Wednesday, December 23, 2009

Ready to Go

We’ve spent much of this month getting ready for next month -- the final push toward primary day on February 2. The mailings are at the printer’s and the plans are laid to get out the vote.

Look for another article about me in The Chicago Reader next week as Ben Javorsky discusses Election Board politics in Chicago.

In the meantime, please take a minute to visit We can always use a few more dollars for postage, handouts, lawn signs, etc. Your financial help is needed now.

Don’t put it off, please donate now. Thanks. Joe

Saturday, December 12, 2009

The Best Birthday Greeting

Last week Suzanne Elder, a very savvy marketing professional with significant campaign experience sent me a birthday greeting on Facebook and lamented my loss in my objection against my opponent’s petition. I replied:

“Although there were times when the idea of getting Mell off the ballot put a big grin on my face, I think it best to defeat her in the voting booth in Feb rather than face her as an Independent candidate next Nov. The unpaid media that the challenge earned me was worth every penny paid to Rich Means (my attorney). Now we need to move ahead. I am desperate for some good political savvy and experienced volunteers. My 15 friends who are working for me are green at it. Any ideas where I can get a campaign manager? I actually have money to pay him or her.”

She replied, “Let's make a time to chat. I may be able to help you for a short period. I can put together some analytics and a canvassing and field plan for you.”

We met on Sunday, after a weekend in which IVI-IPO voted to provisionally endorse me. The meeting went very well and it was obvious that her expertise would help move my campaign up a very big notch. She left me with homework and promised to return with a plan.

On Thursday she did so and it showed that in spite of the naysayers I could win. Later that day, I got a phone call from a significant and well-read Chicago journalist who is writing a full-length article about my race against the Chicago Machine. He thinks it will see the light of print just after the new year, proving that my race is being closely watched.

Yes, I am optimistic and I assure you that I know optimism ought always to be tempered with reality. I also know that my biggest problem is overcoming self-fulfilling prophecy. I had hoped, for instance, to get an endorsement from SEIU. After all, I have strong union credentials and have even participated in several union activities with them. Instead they chose to sit out my contest, endorsing no one.

That’s the rule of political thinking. If you can’t endorse the one you think will win, then certainly don’t endorse someone you think will lose, even if he or she is totally on your side. The lack of endorsement, of course, then helps fulfill the prophecy of defeat.

I had talked to Suzanne about helping me last summer and for a variety of reasons nothing came of it. So we had to mog through the summer on our own (us being me and my volunteers). Persevere we did and no one knocked me off the ballot. The few who really backed me, kept backing me to the hilt, affording me my first two endorsements, in spite of terrific odds to the contrary.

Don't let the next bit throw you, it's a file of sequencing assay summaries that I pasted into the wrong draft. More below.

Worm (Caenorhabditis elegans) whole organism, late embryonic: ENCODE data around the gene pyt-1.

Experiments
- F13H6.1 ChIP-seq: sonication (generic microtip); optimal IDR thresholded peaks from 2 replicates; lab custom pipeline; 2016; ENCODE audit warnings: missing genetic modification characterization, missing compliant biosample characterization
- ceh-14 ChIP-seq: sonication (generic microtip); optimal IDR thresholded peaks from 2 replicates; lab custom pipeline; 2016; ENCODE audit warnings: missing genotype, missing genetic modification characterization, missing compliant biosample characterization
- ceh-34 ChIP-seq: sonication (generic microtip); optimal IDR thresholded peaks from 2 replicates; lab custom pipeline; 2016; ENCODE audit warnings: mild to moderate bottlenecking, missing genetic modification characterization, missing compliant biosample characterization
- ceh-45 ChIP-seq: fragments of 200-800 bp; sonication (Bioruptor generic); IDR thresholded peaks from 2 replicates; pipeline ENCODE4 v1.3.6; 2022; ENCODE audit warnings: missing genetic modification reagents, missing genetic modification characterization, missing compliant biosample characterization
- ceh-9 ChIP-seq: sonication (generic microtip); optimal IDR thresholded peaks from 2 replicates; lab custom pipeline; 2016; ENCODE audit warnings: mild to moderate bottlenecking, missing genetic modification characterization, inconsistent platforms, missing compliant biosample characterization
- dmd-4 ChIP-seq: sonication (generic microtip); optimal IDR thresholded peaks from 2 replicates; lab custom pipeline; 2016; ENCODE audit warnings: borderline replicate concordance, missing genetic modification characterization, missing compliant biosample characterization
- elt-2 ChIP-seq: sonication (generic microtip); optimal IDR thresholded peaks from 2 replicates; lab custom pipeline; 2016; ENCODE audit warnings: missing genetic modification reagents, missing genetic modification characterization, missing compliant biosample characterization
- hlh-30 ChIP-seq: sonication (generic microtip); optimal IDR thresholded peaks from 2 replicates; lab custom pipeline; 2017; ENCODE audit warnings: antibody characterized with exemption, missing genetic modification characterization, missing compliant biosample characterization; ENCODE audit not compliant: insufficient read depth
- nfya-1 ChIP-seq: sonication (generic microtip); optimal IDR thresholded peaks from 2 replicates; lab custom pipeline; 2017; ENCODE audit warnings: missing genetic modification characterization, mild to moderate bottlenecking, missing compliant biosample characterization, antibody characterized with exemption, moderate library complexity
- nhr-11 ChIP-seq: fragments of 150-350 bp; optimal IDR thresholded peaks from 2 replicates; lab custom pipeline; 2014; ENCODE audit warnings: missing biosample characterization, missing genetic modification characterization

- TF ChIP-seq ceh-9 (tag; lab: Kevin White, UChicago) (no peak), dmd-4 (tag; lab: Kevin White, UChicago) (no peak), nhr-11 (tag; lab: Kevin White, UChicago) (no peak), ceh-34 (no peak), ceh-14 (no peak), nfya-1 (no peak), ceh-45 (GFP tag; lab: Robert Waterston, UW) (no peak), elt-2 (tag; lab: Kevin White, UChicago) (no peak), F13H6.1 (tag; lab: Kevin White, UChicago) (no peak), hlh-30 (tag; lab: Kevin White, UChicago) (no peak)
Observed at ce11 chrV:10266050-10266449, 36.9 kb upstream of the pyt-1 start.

I write all this because each week it becomes more obvious that the original glimmer of hope for my victory shines a bit brighter.

As I write this blog, there are 53 days until the election. We’re on the ballot; we’ve got some money in the bank; Suzanne has put together a dynamite package that will lead to victory; and the folks who laughed at me when I asked them to sign my petition are beginning to think that indeed I just might have the last laugh.

But it’s too early to start laughing, even if a big smile is appropriate. I need volunteers to do the work on the street and money ($15,000) to fund the plan.

OK blog-readers. OK Facebook friends. OK everyone else. Now’s the time to dig a little deeper and help me go for the 3,750 votes I need to win. Repost the link to my blog on your Facebook page. Email your friends to visit my website at Tweet my URL to your followers. Put a check in the mail or go to to add your donation.

If you live in Chicagoland, I need you to commit to working for me between now and the election.

Time is moving toward the big day -- Feb 2. I need the cash now for two very important reasons: First, there are printers to pay so the direct mail part of the campaign can be mailed on time. That part needs to be done now. Secondly, Dec 31 marks the end of another reporting period. When my D2 (that’s what they’re called in Illinois) shows your support, it will be one more nail in the coffin of self-fulfilling prophecy. The naysayers will have to say “Gosh, that guy is doing it. Maybe, just maybe, he might win.”

Every likes to back a winner. It’s up to you and me to show them that I am (and will be) the winner.

Act now and the District 40 machine will tremble and fall on Feb 2. Then you and I will have plenty of reason to laugh the last laugh.

Tuesday, December 8, 2009

My View of the Endorsement Process

As the male State Rep Candidate that was mentioned above, I have found the endorsement process both fascinating and helpful. I am one of those grass-root politicians who is brand new to being a politician, unless you count three campaigns where I didn’t even make a blip on the charts in Indiana more than 25 years ago.

In this, my almost-virgin campaign, I have been part of four endorsement processes: Northside Democracy for America, IVI-IPO, the PACs and Unions, and the Regular Democrats. It has been an advanced lesson in Chicago politics, one that more voters ought to experience.